May 7, 2014 | , | 4.5

Tyrants Blood, Into the Kingdom of Graves

Tyrants Blood: Into the Kingdom of Graves

I always assumed that Canadians were nice and polite, but after listening to Tyrants Blood‘s latest full-length, I’m starting to think that they aren’t really all that congenial at all. The blackened death metal found within Into the Kingdom of Graves is fucking mean as hell, man — like kick your mom in the vagina sort of mean.

With a raw, grating production to fuel the band’s brand of mayhem, the ten tracks here are as abrasive and caustic as anything available right now. Swirling, ever-shifting tempos, roiling basslines, off-kilter guitar work and Brian “Messiah” Langley’s nearly smothered, guttural growls bury you in layers of extremity. There’s nothing smooth or groove oriented about anything on this album. These guys relish complexity, bathe in obscure rhythms and embrace the lord of chaos — all in order to leave you a quivering, gelatinous puddle of your former self.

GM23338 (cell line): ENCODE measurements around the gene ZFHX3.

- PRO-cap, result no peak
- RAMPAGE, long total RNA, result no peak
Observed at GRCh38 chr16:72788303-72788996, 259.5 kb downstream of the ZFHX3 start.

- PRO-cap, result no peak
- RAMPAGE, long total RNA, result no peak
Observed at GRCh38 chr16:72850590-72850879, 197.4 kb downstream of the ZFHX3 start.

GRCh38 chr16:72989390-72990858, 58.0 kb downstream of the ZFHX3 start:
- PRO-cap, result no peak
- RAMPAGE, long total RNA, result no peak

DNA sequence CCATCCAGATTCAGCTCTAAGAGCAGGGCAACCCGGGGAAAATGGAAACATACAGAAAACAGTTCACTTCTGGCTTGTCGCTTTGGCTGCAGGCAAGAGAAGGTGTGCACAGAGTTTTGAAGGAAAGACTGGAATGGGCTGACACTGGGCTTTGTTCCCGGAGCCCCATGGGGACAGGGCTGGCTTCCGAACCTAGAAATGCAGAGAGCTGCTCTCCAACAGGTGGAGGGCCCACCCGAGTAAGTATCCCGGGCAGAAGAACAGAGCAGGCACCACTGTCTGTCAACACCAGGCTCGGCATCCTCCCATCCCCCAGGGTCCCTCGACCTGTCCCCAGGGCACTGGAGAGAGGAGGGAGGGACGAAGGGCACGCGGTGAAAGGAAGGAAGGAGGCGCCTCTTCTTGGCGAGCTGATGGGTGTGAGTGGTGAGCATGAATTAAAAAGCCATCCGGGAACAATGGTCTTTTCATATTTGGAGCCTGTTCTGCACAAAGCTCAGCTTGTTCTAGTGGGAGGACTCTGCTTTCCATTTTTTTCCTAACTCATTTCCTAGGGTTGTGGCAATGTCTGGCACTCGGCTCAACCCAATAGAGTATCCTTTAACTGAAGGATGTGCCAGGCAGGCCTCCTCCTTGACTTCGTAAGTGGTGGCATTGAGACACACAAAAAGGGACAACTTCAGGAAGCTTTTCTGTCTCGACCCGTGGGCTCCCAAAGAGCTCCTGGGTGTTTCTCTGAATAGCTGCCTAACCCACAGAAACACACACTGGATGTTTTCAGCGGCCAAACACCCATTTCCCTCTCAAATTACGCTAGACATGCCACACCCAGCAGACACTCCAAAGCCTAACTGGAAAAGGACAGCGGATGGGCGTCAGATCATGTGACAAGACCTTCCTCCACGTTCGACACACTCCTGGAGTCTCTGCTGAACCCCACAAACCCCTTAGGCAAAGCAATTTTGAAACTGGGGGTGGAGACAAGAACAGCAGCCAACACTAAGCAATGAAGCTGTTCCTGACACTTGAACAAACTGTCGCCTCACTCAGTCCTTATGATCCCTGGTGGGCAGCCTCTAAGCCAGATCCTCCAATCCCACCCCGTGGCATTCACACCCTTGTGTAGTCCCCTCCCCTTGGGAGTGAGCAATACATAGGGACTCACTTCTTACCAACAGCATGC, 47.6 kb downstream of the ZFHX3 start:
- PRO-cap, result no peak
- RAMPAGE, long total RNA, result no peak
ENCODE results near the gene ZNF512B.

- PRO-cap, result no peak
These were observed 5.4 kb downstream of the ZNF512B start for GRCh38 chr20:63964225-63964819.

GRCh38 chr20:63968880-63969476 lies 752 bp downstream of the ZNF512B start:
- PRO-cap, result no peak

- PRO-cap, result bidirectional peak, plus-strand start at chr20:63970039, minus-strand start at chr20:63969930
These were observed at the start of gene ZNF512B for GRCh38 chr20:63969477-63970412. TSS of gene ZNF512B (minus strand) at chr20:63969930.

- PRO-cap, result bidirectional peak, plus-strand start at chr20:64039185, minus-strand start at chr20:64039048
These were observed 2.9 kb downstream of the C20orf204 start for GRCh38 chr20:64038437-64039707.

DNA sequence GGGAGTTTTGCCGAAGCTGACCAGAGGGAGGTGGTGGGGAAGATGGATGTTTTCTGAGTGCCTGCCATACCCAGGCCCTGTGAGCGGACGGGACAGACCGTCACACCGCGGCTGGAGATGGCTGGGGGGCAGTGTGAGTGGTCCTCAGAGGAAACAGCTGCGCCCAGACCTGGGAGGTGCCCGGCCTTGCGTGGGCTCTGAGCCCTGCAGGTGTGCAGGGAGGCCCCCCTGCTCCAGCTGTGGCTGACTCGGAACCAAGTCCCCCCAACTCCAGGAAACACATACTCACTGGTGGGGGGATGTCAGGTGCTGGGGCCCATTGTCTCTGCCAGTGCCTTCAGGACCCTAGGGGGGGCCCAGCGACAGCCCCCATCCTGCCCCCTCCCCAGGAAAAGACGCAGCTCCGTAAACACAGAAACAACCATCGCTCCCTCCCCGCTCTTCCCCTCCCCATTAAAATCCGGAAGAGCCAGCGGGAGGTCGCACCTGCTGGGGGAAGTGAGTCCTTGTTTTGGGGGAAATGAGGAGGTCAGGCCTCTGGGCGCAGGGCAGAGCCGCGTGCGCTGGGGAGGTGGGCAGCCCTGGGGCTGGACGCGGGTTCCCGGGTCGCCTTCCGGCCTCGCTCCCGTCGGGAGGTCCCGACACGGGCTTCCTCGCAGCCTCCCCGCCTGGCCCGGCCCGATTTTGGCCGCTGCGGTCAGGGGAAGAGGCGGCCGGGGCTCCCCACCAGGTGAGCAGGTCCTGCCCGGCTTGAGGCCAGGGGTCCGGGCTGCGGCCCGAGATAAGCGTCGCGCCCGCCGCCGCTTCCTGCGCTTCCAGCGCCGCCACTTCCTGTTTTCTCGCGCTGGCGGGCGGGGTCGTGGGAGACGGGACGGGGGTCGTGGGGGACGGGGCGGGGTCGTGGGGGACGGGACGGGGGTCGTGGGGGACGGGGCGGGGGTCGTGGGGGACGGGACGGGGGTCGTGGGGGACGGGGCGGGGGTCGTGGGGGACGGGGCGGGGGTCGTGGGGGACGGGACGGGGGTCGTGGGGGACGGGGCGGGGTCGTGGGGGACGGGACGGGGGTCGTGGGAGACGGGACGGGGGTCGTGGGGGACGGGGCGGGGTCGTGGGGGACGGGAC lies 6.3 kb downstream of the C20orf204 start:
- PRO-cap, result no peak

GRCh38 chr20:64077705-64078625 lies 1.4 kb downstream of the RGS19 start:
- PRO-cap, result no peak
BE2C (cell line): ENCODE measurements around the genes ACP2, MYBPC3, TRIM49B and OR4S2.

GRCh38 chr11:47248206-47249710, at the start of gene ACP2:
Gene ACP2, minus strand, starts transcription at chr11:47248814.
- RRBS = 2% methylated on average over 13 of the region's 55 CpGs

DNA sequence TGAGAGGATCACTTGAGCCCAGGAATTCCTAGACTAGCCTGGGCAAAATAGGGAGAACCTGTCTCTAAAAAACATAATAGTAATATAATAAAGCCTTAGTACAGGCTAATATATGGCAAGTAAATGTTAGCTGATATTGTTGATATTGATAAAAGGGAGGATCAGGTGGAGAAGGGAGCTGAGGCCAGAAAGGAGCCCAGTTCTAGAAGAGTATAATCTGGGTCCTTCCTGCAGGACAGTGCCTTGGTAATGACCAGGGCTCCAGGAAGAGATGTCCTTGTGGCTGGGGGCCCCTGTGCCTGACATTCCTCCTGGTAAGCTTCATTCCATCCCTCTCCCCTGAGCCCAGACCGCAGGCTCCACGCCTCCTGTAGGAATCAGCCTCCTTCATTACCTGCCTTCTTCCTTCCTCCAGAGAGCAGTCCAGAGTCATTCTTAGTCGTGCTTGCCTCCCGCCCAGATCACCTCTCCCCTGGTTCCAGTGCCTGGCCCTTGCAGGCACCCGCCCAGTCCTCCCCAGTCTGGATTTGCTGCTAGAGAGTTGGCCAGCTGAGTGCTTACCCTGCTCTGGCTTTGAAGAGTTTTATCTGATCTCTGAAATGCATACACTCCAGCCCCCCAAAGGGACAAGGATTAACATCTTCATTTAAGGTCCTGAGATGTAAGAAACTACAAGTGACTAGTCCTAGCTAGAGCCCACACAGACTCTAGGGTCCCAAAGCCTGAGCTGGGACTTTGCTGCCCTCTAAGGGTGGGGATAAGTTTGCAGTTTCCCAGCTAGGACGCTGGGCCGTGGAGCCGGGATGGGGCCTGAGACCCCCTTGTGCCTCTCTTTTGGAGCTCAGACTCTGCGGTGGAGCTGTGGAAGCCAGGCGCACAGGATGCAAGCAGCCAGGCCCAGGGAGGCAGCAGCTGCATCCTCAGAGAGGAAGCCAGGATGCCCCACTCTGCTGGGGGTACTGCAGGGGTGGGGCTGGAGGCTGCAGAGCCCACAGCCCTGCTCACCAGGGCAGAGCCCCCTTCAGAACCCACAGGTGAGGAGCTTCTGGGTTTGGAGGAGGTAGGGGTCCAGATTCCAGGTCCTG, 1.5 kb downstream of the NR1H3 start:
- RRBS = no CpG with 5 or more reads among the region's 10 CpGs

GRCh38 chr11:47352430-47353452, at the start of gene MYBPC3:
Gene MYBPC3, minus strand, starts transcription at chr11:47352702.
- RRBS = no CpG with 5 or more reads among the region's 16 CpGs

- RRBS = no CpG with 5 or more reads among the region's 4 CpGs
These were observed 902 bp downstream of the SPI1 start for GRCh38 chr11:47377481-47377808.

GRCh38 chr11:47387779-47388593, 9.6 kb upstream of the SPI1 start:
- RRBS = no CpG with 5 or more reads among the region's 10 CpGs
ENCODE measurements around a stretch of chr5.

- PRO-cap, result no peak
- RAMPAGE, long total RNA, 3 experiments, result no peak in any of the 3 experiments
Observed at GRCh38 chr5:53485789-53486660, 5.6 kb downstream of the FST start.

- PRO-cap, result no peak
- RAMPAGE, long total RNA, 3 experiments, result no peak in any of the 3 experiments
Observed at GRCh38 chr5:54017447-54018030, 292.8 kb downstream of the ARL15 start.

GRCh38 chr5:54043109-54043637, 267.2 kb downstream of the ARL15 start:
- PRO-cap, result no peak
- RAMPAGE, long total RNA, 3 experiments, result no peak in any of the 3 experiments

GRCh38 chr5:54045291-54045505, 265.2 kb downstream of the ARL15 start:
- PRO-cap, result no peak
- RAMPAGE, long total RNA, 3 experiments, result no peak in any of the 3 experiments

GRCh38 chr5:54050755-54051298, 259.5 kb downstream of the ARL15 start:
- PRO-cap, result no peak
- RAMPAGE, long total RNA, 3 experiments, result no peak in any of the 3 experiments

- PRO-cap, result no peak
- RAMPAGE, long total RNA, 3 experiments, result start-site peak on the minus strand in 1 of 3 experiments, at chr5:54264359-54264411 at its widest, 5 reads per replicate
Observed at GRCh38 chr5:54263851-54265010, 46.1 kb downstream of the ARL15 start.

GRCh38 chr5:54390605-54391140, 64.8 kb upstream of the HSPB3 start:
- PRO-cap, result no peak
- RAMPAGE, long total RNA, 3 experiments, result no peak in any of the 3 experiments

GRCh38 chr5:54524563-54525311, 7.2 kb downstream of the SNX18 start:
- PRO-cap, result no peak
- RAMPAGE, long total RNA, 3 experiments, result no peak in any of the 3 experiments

Right from the start — well shortly after the atmospheric intro — of “Spiral Sea,” you know that you’re in for a challenging listening experience. The music that rockets out of the stereo swirls endlessly and without direction, encompassing you within a shroud of chaos and disorder. At times, the track even feels random and yet cohesive at the same time. It makes for an interesting dynamic and one that I still haven’t fully translated in my own neanderthal-like brain.

It’s not all chaos, all the time with Into the Kingdom of Graves though. Yes, it’s a driving force of every song, but the guys are wise to not fixate too much on disorder. “Revelation in Damnation,” for example is a much more technical song that is unrelenting in its direction, but you can at least tell there is a direction. Tyrants Blood continue to jump from tempo to tempo, but with this song it doesn’t feel as scattered as much of the album.

Amongst the chaos is another unifying theme — speed. There is nothing slow or methodical about anything on this album. It’s full-throttle from beginning to end. The absolutely scorching “Destroyer” is a prime example of that. As are, slow-to-start “Fragments of a Dying World” and bonkers title track that closes out a stellar release.